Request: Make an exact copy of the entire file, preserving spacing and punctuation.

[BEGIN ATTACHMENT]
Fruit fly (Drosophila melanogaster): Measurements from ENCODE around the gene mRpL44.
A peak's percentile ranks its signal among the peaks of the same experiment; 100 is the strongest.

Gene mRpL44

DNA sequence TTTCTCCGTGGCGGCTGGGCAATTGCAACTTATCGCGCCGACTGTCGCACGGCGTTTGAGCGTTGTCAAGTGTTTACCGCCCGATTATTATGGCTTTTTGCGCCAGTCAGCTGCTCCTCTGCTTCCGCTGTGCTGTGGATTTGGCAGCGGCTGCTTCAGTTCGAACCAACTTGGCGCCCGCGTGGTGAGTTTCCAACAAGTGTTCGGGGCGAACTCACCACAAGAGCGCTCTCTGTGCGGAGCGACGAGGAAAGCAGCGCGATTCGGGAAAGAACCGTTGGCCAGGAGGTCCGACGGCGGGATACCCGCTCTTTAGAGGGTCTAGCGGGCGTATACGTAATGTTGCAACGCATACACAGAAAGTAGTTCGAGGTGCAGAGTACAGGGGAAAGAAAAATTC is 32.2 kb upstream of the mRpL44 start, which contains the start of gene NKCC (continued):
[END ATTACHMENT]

Fruit fly (Drosophila melanogaster): Measurements from ENCODE around the gene mRpL44.
A peak's percentile ranks its signal among the peaks of the same experiment; 100 is the strongest.

Gene mRpL44

DNA sequence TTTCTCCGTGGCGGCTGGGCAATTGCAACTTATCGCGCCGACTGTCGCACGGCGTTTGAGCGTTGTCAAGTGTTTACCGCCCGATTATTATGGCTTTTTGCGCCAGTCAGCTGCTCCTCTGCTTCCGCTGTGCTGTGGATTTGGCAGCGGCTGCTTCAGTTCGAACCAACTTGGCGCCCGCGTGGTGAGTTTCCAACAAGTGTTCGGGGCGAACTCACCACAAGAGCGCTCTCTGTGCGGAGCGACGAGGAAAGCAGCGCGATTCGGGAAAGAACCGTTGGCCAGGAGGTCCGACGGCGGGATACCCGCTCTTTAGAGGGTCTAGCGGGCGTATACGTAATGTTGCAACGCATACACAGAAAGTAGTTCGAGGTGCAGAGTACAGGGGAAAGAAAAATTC is 32.2 kb upstream of the mRpL44 start, which contains the start of gene NKCC (continued):